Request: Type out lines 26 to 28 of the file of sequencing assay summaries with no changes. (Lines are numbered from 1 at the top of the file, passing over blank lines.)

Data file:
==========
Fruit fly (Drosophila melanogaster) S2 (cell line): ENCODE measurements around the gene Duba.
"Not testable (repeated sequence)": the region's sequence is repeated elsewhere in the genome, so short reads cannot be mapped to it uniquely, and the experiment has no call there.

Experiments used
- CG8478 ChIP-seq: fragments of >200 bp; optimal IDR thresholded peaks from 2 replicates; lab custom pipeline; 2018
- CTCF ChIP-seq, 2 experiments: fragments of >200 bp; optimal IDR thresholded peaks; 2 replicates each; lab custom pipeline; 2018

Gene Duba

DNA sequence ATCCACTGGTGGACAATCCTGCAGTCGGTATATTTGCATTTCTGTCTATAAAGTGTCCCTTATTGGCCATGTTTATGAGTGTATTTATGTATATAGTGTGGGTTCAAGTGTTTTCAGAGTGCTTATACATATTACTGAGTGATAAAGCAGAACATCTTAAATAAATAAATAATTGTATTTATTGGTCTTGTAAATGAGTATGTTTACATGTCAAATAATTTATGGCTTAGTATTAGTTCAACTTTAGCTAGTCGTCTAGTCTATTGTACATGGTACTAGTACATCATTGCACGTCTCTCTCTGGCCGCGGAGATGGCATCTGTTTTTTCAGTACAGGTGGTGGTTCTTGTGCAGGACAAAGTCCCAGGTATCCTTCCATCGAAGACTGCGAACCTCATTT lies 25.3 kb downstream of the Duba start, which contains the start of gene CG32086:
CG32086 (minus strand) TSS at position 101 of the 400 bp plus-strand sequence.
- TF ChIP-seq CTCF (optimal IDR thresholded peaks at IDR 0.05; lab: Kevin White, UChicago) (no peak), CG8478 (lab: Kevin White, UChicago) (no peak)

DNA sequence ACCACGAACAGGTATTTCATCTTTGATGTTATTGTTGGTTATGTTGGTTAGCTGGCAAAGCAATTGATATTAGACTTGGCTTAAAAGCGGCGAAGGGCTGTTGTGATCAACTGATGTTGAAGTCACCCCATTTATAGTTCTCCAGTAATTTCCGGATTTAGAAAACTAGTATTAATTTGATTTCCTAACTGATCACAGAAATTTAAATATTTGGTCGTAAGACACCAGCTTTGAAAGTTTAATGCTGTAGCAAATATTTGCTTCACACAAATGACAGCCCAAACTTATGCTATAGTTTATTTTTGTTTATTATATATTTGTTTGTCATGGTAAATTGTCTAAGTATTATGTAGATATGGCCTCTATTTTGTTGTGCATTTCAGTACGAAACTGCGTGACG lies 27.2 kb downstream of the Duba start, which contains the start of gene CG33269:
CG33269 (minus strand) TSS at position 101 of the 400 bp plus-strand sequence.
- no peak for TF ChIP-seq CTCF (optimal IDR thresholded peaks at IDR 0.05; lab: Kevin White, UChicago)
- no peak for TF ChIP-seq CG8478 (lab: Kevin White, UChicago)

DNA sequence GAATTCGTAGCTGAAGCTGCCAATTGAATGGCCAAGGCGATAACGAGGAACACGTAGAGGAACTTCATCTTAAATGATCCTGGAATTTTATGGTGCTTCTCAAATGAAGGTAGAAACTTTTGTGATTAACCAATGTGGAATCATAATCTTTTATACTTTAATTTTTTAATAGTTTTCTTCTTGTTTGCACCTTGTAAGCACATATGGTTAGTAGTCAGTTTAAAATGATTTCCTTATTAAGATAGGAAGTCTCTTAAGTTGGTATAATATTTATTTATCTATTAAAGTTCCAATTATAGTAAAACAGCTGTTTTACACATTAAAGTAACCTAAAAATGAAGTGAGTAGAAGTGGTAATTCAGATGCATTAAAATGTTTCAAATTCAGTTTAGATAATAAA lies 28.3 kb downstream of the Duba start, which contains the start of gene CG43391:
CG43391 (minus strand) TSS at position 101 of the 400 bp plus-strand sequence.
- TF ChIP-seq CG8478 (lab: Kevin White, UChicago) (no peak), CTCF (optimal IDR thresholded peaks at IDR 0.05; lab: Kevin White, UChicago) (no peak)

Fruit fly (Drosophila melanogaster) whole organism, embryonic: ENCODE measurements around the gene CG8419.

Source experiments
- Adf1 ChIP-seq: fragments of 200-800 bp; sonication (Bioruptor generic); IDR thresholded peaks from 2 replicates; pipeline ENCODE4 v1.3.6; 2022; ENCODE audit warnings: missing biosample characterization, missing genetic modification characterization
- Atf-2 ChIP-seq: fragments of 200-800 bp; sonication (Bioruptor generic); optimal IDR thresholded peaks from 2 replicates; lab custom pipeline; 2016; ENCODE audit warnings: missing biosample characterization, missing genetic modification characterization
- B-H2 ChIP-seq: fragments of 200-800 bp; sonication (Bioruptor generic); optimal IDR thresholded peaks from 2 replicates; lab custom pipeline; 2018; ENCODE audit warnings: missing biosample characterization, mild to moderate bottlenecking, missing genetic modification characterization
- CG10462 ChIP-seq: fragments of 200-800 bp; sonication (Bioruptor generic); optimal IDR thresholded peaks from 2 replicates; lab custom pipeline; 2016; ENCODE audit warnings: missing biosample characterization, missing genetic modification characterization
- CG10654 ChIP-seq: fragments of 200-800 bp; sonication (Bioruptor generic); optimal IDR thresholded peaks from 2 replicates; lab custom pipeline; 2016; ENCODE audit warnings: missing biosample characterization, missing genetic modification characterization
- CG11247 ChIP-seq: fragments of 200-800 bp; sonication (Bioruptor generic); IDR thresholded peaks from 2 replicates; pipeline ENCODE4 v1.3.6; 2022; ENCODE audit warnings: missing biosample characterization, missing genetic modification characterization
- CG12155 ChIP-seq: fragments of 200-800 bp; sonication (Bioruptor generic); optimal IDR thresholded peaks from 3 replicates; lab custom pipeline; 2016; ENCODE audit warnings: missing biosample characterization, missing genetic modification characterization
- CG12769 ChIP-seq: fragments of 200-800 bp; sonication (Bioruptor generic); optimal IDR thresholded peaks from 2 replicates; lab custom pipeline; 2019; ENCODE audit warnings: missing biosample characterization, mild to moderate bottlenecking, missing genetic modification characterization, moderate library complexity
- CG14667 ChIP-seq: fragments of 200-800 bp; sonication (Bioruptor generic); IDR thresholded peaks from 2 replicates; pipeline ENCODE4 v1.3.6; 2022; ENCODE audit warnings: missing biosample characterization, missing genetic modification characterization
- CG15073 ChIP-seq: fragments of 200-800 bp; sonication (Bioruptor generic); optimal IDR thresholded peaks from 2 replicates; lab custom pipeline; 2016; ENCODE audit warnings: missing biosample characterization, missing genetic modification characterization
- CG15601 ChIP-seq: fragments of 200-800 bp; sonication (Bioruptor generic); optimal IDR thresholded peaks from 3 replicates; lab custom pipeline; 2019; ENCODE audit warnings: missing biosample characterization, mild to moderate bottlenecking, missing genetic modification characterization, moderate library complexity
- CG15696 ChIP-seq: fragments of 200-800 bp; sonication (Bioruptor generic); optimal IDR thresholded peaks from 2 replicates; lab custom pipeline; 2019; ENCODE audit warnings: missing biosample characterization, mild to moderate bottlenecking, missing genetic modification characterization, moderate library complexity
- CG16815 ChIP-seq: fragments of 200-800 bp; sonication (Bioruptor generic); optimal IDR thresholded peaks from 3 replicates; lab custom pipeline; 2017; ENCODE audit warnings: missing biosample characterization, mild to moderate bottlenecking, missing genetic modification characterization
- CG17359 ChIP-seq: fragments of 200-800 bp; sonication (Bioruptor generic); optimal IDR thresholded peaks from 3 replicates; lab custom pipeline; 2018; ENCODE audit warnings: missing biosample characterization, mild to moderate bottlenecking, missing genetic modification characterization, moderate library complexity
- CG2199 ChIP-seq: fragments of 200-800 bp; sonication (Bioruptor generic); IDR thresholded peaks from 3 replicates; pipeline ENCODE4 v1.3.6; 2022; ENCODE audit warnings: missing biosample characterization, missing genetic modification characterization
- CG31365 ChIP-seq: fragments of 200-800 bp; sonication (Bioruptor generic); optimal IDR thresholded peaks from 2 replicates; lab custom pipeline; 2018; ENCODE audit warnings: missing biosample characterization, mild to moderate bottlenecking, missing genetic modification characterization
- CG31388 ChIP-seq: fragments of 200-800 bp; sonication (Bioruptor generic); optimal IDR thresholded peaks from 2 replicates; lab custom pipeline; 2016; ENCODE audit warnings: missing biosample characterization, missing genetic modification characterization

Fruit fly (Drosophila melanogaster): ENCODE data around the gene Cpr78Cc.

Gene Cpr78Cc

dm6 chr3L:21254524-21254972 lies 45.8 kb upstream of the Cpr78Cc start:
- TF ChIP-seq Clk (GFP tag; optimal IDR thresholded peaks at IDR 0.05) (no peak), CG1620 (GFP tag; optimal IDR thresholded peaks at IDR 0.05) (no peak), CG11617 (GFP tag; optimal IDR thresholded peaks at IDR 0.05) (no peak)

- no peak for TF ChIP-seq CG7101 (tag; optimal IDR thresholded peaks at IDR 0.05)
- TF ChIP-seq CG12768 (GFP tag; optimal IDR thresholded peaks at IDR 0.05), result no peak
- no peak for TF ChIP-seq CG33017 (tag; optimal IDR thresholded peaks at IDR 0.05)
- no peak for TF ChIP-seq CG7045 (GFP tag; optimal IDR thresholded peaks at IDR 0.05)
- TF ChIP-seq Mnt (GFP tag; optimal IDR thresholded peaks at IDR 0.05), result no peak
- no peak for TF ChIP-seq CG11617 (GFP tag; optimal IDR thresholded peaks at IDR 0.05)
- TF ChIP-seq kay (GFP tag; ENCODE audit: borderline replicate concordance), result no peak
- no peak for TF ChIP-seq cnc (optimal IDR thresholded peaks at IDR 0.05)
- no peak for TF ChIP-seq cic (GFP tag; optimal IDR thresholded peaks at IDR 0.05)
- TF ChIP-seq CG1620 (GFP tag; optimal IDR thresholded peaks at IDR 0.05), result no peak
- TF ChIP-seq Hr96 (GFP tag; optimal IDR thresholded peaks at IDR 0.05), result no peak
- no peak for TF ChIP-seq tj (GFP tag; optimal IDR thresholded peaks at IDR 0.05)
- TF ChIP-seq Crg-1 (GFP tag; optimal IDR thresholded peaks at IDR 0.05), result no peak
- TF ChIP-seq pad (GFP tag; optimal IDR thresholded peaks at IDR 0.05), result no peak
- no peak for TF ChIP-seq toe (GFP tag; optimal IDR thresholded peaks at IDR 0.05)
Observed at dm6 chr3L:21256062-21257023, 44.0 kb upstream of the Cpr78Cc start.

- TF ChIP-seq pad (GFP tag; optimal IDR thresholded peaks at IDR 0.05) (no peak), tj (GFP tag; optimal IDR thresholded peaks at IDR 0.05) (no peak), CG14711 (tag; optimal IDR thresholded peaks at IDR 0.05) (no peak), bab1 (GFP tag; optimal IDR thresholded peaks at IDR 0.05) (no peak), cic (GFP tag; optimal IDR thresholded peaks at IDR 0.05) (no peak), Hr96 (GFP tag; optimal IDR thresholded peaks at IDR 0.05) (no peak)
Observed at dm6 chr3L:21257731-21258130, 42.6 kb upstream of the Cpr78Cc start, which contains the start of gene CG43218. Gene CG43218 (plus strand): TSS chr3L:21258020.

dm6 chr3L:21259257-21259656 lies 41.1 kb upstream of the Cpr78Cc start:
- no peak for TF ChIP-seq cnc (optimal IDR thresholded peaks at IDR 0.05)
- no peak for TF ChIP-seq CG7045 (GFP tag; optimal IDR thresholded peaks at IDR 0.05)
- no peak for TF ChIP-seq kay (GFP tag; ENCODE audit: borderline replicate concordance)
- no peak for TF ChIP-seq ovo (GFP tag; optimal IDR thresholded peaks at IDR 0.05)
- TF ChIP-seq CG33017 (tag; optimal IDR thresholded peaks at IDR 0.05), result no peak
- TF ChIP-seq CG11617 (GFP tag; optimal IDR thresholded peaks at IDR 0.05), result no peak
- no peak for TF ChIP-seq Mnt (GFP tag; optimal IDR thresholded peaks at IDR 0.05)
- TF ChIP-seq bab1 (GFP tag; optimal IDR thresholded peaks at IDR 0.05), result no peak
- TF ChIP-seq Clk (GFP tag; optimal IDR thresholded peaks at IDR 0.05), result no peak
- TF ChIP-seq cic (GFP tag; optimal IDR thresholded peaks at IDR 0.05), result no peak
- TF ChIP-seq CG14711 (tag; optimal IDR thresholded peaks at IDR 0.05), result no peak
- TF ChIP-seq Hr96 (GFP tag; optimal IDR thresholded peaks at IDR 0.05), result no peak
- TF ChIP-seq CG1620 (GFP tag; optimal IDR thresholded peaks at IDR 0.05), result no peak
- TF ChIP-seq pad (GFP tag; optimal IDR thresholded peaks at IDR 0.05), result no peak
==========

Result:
- CG12769 ChIP-seq: fragments of 200-800 bp; sonication (Bioruptor generic); optimal IDR thresholded peaks from 2 replicates; lab custom pipeline; 2019; ENCODE audit warnings: missing biosample characterization, mild to moderate bottlenecking, missing genetic modification characterization, moderate library complexity
- CG14667 ChIP-seq: fragments of 200-800 bp; sonication (Bioruptor generic); IDR thresholded peaks from 2 replicates; pipeline ENCODE4 v1.3.6; 2022; ENCODE audit warnings: missing biosample characterization, missing genetic modification characterization
- CG15073 ChIP-seq: fragments of 200-800 bp; sonication (Bioruptor generic); optimal IDR thresholded peaks from 2 replicates; lab custom pipeline; 2016; ENCODE audit warnings: missing biosample characterization, missing genetic modification characterization